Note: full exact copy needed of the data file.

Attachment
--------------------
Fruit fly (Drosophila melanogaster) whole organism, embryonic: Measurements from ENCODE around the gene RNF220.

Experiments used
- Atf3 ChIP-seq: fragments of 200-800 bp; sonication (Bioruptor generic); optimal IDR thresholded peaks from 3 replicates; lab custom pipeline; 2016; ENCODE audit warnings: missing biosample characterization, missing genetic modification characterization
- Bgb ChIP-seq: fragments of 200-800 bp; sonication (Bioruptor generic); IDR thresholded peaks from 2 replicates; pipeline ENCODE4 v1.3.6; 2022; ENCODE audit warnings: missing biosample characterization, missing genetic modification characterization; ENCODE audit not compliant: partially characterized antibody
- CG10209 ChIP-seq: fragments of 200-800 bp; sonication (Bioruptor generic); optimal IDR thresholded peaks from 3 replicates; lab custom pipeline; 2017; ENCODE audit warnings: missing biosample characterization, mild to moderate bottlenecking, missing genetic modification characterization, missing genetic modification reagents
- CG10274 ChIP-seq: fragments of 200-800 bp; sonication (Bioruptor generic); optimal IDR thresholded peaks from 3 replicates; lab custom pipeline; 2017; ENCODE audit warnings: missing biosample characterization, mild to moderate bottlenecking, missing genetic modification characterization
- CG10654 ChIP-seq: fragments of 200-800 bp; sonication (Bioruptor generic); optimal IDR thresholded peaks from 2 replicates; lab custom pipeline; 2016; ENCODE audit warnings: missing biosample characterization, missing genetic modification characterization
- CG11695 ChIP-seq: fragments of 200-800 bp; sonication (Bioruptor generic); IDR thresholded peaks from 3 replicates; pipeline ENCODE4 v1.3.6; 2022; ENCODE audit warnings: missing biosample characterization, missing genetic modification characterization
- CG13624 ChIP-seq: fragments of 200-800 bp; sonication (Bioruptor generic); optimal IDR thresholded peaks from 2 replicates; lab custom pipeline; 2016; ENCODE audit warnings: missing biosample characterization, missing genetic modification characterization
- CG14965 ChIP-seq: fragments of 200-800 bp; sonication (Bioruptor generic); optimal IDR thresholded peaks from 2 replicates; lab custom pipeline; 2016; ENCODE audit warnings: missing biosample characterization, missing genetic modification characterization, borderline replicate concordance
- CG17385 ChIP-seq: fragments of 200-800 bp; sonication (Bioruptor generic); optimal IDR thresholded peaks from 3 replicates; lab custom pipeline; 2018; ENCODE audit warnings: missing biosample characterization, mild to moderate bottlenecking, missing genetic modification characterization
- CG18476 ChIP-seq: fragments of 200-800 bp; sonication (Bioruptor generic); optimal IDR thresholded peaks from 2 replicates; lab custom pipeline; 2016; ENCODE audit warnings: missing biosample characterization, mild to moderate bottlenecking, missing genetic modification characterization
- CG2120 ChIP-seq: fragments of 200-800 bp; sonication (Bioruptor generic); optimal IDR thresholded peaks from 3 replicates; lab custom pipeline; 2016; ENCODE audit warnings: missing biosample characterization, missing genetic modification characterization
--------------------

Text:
Fruit fly (Drosophila melanogaster) whole organism, embryonic: Measurements from ENCODE around the gene RNF220.

Experiments used
- Atf3 ChIP-seq: fragments of 200-800 bp; sonication (Bioruptor generic); optimal IDR thresholded peaks from 3 replicates; lab custom pipeline; 2016; ENCODE audit warnings: missing biosample characterization, missing genetic modification characterization
- Bgb ChIP-seq: fragments of 200-800 bp; sonication (Bioruptor generic); IDR thresholded peaks from 2 replicates; pipeline ENCODE4 v1.3.6; 2022; ENCODE audit warnings: missing biosample characterization, missing genetic modification characterization; ENCODE audit not compliant: partially characterized antibody
- CG10209 ChIP-seq: fragments of 200-800 bp; sonication (Bioruptor generic); optimal IDR thresholded peaks from 3 replicates; lab custom pipeline; 2017; ENCODE audit warnings: missing biosample characterization, mild to moderate bottlenecking, missing genetic modification characterization, missing genetic modification reagents
- CG10274 ChIP-seq: fragments of 200-800 bp; sonication (Bioruptor generic); optimal IDR thresholded peaks from 3 replicates; lab custom pipeline; 2017; ENCODE audit warnings: missing biosample characterization, mild to moderate bottlenecking, missing genetic modification characterization
- CG10654 ChIP-seq: fragments of 200-800 bp; sonication (Bioruptor generic); optimal IDR thresholded peaks from 2 replicates; lab custom pipeline; 2016; ENCODE audit warnings: missing biosample characterization, missing genetic modification characterization
- CG11695 ChIP-seq: fragments of 200-800 bp; sonication (Bioruptor generic); IDR thresholded peaks from 3 replicates; pipeline ENCODE4 v1.3.6; 2022; ENCODE audit warnings: missing biosample characterization, missing genetic modification characterization
- CG13624 ChIP-seq: fragments of 200-800 bp; sonication (Bioruptor generic); optimal IDR thresholded peaks from 2 replicates; lab custom pipeline; 2016; ENCODE audit warnings: missing biosample characterization, missing genetic modification characterization
- CG14965 ChIP-seq: fragments of 200-800 bp; sonication (Bioruptor generic); optimal IDR thresholded peaks from 2 replicates; lab custom pipeline; 2016; ENCODE audit warnings: missing biosample characterization, missing genetic modification characterization, borderline replicate concordance
- CG17385 ChIP-seq: fragments of 200-800 bp; sonication (Bioruptor generic); optimal IDR thresholded peaks from 3 replicates; lab custom pipeline; 2018; ENCODE audit warnings: missing biosample characterization, mild to moderate bottlenecking, missing genetic modification characterization
- CG18476 ChIP-seq: fragments of 200-800 bp; sonication (Bioruptor generic); optimal IDR thresholded peaks from 2 replicates; lab custom pipeline; 2016; ENCODE audit warnings: missing biosample characterization, mild to moderate bottlenecking, missing genetic modification characterization
- CG2120 ChIP-seq: fragments of 200-800 bp; sonication (Bioruptor generic); optimal IDR thresholded peaks from 3 replicates; lab custom pipeline; 2016; ENCODE audit warnings: missing biosample characterization, missing genetic modification characterization